Assessing Risk: Are You Likely To Have A Fall In Your Home?
Are you or a loved one at risk for a fall in the home, resulting in injury? It is important to perform a brief risk assessment of the individual, to determine whether a more comprehensive risk assessment by a professional clinician is necessary.
Brief Risk Assessment To Screen For High Risk Individuals:
A person may benefit from a more comprehensive risk assessment if you or a loved one has:
A history of one or more previous falls that may or may have not required medical intervention;
A lower limb disability;
Short or long-term memory problems;
Lower extremity weakness;
A prescription for four or more medications;
And/or a lack of regular physical activity.
Comprehensive Risk Assessment To Determine If Further Intervention Is Needed:
The American Geriatrics Society (AGS) recommends the fall assessment be performed by a doctor or registered nurse with appropriate experience and skills. A typical comprehensive fall assessment will usually cover:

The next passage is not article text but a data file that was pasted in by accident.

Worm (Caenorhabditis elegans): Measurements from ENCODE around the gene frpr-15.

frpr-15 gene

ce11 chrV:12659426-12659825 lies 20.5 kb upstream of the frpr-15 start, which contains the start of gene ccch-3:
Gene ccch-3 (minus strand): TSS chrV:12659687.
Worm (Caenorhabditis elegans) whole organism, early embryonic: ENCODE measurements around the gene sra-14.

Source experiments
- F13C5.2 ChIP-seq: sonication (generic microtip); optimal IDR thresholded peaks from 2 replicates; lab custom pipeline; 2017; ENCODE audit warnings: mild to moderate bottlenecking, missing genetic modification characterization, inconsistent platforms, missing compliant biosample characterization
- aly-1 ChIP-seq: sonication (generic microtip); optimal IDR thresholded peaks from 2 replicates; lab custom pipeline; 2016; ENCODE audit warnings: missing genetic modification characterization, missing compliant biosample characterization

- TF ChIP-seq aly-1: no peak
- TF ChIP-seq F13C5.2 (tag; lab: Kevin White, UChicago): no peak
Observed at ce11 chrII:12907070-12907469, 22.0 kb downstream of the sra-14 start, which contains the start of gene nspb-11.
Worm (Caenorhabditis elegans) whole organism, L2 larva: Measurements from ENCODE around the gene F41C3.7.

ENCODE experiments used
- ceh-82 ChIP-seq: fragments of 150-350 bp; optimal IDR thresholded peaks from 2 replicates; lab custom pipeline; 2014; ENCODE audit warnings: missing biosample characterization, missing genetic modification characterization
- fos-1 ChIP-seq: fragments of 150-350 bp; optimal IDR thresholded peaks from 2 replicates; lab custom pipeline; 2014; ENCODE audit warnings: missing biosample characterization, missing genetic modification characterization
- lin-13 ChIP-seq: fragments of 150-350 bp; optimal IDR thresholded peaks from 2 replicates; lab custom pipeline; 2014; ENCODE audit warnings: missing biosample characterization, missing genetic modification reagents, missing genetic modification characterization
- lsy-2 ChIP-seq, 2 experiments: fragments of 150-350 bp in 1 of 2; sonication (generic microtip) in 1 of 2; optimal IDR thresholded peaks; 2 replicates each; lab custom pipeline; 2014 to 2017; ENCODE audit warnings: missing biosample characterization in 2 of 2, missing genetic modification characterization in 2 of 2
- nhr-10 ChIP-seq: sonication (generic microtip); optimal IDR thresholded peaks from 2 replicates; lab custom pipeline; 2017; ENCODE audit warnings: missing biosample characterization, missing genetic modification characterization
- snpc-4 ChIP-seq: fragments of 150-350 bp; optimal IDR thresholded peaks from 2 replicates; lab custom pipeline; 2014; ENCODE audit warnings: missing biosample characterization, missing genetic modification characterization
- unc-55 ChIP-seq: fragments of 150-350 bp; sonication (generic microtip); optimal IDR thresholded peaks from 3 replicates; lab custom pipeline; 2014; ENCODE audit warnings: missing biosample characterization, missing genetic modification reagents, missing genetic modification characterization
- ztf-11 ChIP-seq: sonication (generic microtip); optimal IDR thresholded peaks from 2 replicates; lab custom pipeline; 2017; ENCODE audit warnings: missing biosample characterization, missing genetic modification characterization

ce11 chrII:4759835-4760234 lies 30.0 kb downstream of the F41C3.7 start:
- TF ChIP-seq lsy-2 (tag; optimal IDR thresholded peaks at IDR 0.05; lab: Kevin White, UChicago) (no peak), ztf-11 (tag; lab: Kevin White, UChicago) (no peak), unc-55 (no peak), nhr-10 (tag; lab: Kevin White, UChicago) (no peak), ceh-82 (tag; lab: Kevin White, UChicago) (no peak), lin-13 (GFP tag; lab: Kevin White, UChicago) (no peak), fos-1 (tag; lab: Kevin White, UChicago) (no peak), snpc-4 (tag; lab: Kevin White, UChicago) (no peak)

A review of past falls and the circumstances pertaining to these falls;
An assessment of the individual's muscle strength and mobility impairments;
The patient's osteoporosis risk;
Visual disorders and the effects of corrective eyewear;
A cardiovascular exam;
A review of the patient's current medications;
A review of potential hazards in the patient's home or living environment.
After the assessment, the clinician will recommend specific courses of action, most of which we will cover in detail on this page: methods of preventing accidental falls in the home.
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